In this section, find specialized resources for students in Middle School, High School, and College Level sections.
In our Middle School section, you can:
- Get advice on coursework which will help prepare you to pursue careers in Physics fields.
- Find suggested readings to find out more about the lives of famous Physicists.
- Discover resources to help you to explore Physics, at home and in the classroom.
In our High School section, you can:
- Get advice on coursework and activities which will help prepare you to pursue careers in Physics fields.
- Learn about fun ways to explore science while connecting with other students.
- Find information about Federal Student Aid and Physics programs, scholarships, and clubs.
In our College section, you can:
- Get advice on how to tailor your undergraduate Physics program to prepare you for specific fields.
- Find information about how to build skills and make connections through student organizations and job shadowing.
- Discover resources for helping you decide on a graduate school, or finding and landing that perfect job if you are interested in entering the workforce upon graduation.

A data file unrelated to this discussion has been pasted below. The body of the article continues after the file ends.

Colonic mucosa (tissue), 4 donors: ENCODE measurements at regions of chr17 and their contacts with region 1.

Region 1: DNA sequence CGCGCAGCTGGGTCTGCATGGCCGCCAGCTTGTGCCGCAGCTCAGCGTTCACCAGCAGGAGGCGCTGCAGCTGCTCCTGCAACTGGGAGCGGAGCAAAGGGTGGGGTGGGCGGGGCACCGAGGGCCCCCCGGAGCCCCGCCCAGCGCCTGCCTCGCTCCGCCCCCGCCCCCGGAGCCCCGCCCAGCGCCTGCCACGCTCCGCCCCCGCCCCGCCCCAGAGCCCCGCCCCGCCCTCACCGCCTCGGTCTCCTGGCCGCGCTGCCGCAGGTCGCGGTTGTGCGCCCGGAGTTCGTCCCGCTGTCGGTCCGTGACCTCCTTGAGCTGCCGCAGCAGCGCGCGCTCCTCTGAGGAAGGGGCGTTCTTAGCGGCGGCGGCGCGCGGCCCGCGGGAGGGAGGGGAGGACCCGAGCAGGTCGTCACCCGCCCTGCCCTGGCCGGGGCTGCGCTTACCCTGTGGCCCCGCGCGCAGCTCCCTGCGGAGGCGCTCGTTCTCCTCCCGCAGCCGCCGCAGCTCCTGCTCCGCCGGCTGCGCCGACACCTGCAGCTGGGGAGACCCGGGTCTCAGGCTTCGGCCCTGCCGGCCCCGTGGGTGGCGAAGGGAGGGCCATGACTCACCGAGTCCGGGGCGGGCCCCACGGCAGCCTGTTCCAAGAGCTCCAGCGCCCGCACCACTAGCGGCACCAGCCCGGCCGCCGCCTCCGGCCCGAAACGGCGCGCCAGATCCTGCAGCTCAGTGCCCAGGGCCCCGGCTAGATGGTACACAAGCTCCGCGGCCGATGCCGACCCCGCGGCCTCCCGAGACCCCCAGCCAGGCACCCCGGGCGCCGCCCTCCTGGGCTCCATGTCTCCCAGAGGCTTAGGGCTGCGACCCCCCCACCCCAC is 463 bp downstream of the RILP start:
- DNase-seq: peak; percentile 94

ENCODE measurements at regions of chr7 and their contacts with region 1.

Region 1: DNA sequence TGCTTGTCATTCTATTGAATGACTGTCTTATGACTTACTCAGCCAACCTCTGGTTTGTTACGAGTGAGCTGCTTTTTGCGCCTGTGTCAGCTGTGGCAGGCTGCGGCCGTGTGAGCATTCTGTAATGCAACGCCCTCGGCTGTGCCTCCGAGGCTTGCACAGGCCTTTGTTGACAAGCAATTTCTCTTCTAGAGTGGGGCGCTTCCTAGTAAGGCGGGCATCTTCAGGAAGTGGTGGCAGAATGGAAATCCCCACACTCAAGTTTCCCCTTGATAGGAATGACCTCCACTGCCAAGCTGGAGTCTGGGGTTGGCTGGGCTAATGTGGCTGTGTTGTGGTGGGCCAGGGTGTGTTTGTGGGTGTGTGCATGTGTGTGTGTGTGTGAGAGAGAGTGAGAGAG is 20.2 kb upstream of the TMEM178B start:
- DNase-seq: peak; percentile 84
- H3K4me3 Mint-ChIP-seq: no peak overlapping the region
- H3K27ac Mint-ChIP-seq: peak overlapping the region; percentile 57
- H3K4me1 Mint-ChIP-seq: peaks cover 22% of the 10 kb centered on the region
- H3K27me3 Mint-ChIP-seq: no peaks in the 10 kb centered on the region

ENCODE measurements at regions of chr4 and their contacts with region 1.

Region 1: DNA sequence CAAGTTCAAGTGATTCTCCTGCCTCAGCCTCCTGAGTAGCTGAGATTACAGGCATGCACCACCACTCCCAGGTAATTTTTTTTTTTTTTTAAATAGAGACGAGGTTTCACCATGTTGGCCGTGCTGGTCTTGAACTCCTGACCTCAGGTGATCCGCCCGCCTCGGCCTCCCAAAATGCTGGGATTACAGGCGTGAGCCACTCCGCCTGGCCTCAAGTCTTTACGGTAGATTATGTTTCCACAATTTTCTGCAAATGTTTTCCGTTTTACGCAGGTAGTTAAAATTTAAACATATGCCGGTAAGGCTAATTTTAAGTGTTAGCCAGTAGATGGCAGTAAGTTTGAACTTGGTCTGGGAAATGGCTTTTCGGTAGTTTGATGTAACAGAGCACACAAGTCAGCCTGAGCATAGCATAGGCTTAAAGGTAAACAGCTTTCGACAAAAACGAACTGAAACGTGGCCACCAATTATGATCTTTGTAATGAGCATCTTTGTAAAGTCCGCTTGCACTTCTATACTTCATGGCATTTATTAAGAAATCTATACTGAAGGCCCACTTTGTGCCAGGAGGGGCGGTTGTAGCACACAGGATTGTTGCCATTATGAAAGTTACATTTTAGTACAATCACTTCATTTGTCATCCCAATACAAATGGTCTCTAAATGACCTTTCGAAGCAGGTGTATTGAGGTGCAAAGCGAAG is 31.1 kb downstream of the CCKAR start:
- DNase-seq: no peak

Keivan Stassun - Associate Professor of Physics and Astronomy
Keivan was born on July 9, 1972, in Los Angeles, California. "I get my strange genetic admixture from my Mexican mother and Iranian father, " he said. Keivan lived in Venice until he was seven, at which point he moved to Encino in the San Fernando Valley ("The Valley"), which is the place he considers to be his "hometown."
Keivan experienced some difficult times growing up, as his father left home when he was very young. "My mother set about gaining residency status and earning a high school equivalency. She worked cleaning homes...and we subsisted on food stamps and welfare. I attribute much of my drive in academics to my earliest memories of my mother studying late into the night for her equivalency and, later, for her citizenship."
It was as a graduate student at the University of Wisconsin that Keivan's ideas about the importance of combining scholarly practices in research, teaching, and outreach began to crystallize. While carrying out his thesis research, Keivan became active in math/science education for minorities in the local schools, and developed an astronomy outreach program to provide teachers with resources related to teaching physics and astronomy. His role as a teacher and mentor remains an essential theme through his work at Vanderbilt, as he is is involved in several programs and publications at Vanderbilt aimed at underrepresented groups in physics and astronomy--such as the Fisk-Vanderbilt Masters-to-PhD Bridge program, and the American Astronomical Society (AAS) Committee on the Status of Minorities in Astronomy (CSMA).
In addition to his family of students, Keivan enjoys spending time with his two sons, Emilio and Jaime, and his wife Justine, whom he married in 1994.